Supply Chain Expertise and Technology Blog by TMC, a division of C.H. Robinson

What’s Missing in Your Total Landed Cost

landed cost

Editor’s Note: In 2012, Chris O’Brien contributed a blog post for C.H. Robinson Blog. We’re sharing his original post here because total landed cost discussions are always relevant topics.

From what we’ve seen, it is rare that a company knows their true total landed cost (TLC) for each item they produce and deliver. There’s a reason for this. For most companies, there are many costs in hiding. And unless you hunt down and include those hidden costs in your TLC calculations, you’re basing supply chain decisions on incomplete data.

Total landed costs

So if it’s the norm for companies to not measure some of the elements that contribute to total landed costs, how do you become the exception?

The key is to bring those missing costs out in the open.

Start with the baseline. Capture SKU details for every product you have, to the most granular level you can. Develop robust cube, dimension, and weight data for all of your products and keep it up to date. That will bring deeper insights into your total landed cost. Yes, capturing SKU-level data can be labor intensive, but EDI helps automate this, and lends a great degree of data accuracy.

What can you do with dimensional data? Most companies generically assign lots per SKU to a truckload, container, etc. But when you have dimensional information on each product that you ship, along with its packaging, you can build better pallets. You can more accurately optimize and consolidate those into full shipments.

What’s more, you get data back so you can make more accurate allocations. Say a truck has 15 different SKUs on it. To what extent did SKU #1—toothpaste, let’s say—fill up that truck or ocean container? If you have good dimension information, you will know that it consumed one-fifth of the equipment’s space, but represented 25% of the weight on the truck. Knowing the cost to deliver, you can attribute total landed cost based on the weight or cube that the SKU occupied.

You can also analyze what a specific SKU is costing you. Is one SKU more frequently damaged? Is it more expensive to deliver? Do you have receivers who have a particular problem with that SKU at delivery, and does that present a cost or accessorial reduction opportunity?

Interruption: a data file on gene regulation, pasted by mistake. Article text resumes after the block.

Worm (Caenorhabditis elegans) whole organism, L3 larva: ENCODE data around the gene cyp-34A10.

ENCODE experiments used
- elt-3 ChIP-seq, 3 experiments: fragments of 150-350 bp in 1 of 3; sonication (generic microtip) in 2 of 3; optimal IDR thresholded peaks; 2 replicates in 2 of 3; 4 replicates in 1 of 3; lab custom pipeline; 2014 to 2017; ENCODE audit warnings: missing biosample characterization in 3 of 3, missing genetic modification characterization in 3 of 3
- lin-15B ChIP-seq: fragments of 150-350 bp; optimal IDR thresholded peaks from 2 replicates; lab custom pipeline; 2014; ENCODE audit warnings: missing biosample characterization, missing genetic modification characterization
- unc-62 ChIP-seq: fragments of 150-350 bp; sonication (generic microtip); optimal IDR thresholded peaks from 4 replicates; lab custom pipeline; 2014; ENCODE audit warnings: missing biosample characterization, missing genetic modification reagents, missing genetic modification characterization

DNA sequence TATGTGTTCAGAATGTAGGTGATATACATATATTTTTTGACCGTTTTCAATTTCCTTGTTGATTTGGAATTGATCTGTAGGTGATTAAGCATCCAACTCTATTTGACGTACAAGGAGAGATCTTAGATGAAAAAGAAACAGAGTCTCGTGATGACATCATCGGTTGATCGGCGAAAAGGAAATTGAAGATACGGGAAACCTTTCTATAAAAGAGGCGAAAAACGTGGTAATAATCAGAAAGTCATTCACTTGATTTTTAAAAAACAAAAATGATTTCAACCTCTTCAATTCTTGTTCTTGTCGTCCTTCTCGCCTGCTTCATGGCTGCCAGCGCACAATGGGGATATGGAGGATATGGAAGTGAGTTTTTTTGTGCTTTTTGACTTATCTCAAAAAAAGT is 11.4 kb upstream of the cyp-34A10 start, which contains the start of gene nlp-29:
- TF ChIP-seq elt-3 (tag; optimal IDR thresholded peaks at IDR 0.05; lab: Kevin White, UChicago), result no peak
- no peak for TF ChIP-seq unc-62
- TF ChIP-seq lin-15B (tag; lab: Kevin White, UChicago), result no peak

Transportation accessorials can represent another type of gap in your total landed cost calculation. These are costs for supplementary services that are provided in connection with transportation; they are not always included in the freight charge.

Here’s what can happen. Say that a Transportation Department has decided that it will pay a maximum of $100 for detention, and that Transportation pays the carrier’s invoice. And in this company, the Shipping Department controls the loading process. Perhaps Shipping loads inefficiently, so the driver is regularly detained. And in the end, the carrier’s cost for that detention is usually $150. Since the carrier can’t recoup enough of their costs to make a profit, they could build the extra $50 into their line haul rate.

In the example above, the shipper still pays $150 for detention, but they aren’t measuring the full cost. Shipping certainly isn’t tracking it, because accessorials don’t directly affect their compensation and goals. And yet, the costs are significant to the company overall.

Accurate identification of all costs affords visibility to your total costs, and allows you to understand and influence total cost elements. Without it, you have missing links in your TLC calculation.

What you really want are meaningful metrics. When you only measure things like cost per mile or cost per pound, the closest you can get to total landed costs is to say, “This is my true cost to deliver nationwide.” But when you have deeper metrics, you can say, “This is my true cost to deliver this SKU to this customer.”

And that’s where it gets really powerful.

When you have SKU-level data, you can determine whether you are charging customers appropriately for their products. When you can accurately identify cost drivers at the item level, you have greater visibility to your total transportation costs—just one component of Total Landed Cost. You can enhance budgeting and auditing capabilities, support cash flow projections, and better understand cost variances.

With visibility, you can understand the true expense and influence total cost elements. You gain optimization opportunities, and better analytics on what a specific SKU is costing you.

Additionally, such insight can lead to changes in the price of your product. It’s quite possible you have a highly efficient product in terms of total delivered cost, which is mixed in with other products. But that information never makes it back to your marketing and sales team because you didn’t have a good way to measure it.

But if you can gather a broad universe of information and gaps, and pull SKU-level data and analyze it—you can interpret the findings and arrive at the true TLC. You have the whole picture. You know the cost of returns, damages, customs, and imports by SKU. You can make market-based decisions on that product. It’s not mixed in with other things that could be distorting your analysis.

You don’t have to let hidden transportation costs affect your TLC—if you know what to measure and have the technology to do it.